Cinemagraphs at the EG Conference 2015

Tweet about this on TwitterShare on FacebookShare on TumblrShare on Google+Share on LinkedInShare on RedditBuffer this pageEmail this to someone

First off, the EG Conference is awesome. If you haven’t heard of it yet, you’re not alone. It may be the best-kept secret in the world of conferencing and unlike any other gathering you’ve been to. But those who come know that EG is the touchstone for innovators in just about every imaginable field, and each year, the conference is simply unforgettable. The people who attend EG are makers and doers of extraordinary things. They are breakers of boundaries and explorers of frontiers and busters of myths. They are inventors and educators, artists and designers, writers and thinkers, scientists and engineers, musicians, magicians, the young and old, the famous and the undiscovered, full of wonder, curiosity, and surprises.

Mark Siddall by Asa Mathat

Read more.

Cinemagraph Learnings from Down the Street

Tweet about this on TwitterShare on FacebookShare on TumblrShare on Google+Share on LinkedInShare on RedditBuffer this pageEmail this to someone
We’re excited to welcome our first guest writer to The Flixel Blog. Josh Rose is a modern renaissance man. In addition to being the Chief Creative Officer for Weber Shandwick, one of the world’s largest marketing agencies, Josh is also a passionate and talented street photographer. Having recently joined the Flixel Community, Josh reached out to us and offered to share his insights on street photography and cinemagraphs…

I am CCO at an agency that frequently creates cinemagraphs for our clients. So, I’ve been aware and versed in the medium for a while. I’m a big fan of progress and new media types and this is one of the best I’ve seen in a while. I’ve also been a fairly avid street photographer for a number of years. Recently, I’ve begun putting the two things together. And I like how it’s pushing my work, both personally and professionally. And if you’re looking to take your image-making into new territories, I highly recommend giving it a shot. Much has already been written about how to use cinemagraphs for business, but for you street photographers and artists out there looking to try something new, a few learnings from just down the street:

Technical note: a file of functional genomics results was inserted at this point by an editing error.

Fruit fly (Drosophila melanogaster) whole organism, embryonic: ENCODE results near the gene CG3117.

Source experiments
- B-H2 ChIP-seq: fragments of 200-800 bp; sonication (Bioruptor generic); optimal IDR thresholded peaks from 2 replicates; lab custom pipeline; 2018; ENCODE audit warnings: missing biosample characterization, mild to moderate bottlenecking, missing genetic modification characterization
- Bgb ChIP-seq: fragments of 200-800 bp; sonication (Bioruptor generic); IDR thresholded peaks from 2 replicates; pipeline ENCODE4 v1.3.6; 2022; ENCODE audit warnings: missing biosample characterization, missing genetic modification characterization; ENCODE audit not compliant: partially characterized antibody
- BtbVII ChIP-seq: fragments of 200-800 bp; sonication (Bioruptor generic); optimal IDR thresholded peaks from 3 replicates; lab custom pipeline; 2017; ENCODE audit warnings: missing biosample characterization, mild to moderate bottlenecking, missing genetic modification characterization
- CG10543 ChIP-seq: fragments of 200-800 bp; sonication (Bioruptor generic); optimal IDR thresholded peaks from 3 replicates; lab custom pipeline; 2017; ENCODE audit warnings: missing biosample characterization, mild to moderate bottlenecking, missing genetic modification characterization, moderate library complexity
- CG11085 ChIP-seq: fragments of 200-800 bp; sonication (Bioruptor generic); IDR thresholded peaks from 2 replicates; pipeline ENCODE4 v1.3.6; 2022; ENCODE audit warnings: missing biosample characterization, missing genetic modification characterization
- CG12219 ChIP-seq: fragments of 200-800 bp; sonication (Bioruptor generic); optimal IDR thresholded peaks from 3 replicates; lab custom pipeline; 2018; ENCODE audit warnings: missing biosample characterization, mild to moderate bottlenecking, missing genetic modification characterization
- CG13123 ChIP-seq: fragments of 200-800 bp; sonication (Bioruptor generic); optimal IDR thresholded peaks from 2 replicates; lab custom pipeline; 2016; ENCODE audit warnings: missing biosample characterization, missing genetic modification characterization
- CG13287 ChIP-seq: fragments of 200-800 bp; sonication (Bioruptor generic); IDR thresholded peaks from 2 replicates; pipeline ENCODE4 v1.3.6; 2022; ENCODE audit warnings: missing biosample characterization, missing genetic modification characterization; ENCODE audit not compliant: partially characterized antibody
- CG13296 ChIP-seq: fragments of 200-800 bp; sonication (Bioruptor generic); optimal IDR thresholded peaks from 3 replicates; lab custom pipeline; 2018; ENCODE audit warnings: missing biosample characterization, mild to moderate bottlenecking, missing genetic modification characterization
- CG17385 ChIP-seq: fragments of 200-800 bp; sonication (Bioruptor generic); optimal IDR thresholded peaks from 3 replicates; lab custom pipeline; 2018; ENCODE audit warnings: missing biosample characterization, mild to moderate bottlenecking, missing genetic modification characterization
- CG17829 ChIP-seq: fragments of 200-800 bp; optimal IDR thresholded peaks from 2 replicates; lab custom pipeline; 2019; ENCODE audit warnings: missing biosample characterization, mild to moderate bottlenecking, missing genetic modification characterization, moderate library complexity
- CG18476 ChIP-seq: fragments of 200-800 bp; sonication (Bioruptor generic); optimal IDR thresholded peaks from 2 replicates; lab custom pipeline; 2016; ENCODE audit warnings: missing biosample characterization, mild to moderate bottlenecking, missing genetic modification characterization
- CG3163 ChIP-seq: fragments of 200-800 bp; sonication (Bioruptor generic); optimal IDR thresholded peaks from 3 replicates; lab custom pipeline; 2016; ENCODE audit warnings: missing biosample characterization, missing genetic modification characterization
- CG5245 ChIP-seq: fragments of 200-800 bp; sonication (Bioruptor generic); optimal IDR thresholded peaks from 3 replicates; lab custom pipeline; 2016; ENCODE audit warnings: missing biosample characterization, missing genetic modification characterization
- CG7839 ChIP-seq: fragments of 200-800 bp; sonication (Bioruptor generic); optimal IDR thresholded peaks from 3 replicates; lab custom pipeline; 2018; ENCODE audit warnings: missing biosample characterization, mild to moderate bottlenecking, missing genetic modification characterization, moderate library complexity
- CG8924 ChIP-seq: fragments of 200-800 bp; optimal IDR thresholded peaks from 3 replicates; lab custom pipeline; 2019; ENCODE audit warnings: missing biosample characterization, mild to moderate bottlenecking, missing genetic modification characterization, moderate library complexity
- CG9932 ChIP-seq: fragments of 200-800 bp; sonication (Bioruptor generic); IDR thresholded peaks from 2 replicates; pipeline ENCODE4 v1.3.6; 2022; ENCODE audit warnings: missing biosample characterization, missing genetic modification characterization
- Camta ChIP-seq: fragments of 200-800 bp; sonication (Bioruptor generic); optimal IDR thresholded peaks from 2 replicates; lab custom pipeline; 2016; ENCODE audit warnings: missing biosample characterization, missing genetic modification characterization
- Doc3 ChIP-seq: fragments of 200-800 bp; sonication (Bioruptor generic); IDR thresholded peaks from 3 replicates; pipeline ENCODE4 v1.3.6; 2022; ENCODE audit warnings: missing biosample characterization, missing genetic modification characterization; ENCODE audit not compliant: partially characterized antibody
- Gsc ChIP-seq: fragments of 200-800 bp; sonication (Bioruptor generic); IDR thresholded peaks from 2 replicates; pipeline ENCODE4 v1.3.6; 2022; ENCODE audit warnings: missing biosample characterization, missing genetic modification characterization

Suit and Tie

Suit and Tie, 2015. By Josh S. Rose

Photographer, meet cinematographer.

You’re balancing two distinct roles when you make a cinemagraph. On the one hand, the same rules apply to making a cinemagraph that apply to your still photos – composition, light and all the rules of good still photography. That hasn’t changed. But you’re suddenly tasked with thinking about video, too. That’s a new element. And, like a cinematographer, you have to consider the role and meaning of that element. Its relevance and position in the frame. Also, technical issues that are particular to video, like keeping your camera still, staying aware of overlapping elements and how the video portion will loop. I’ll get into some of those specifically in a minute. But just from an approach standpoint, learn to switch back and forth between mindsets and you’re well on your way to making compelling work.

The emotion of motion.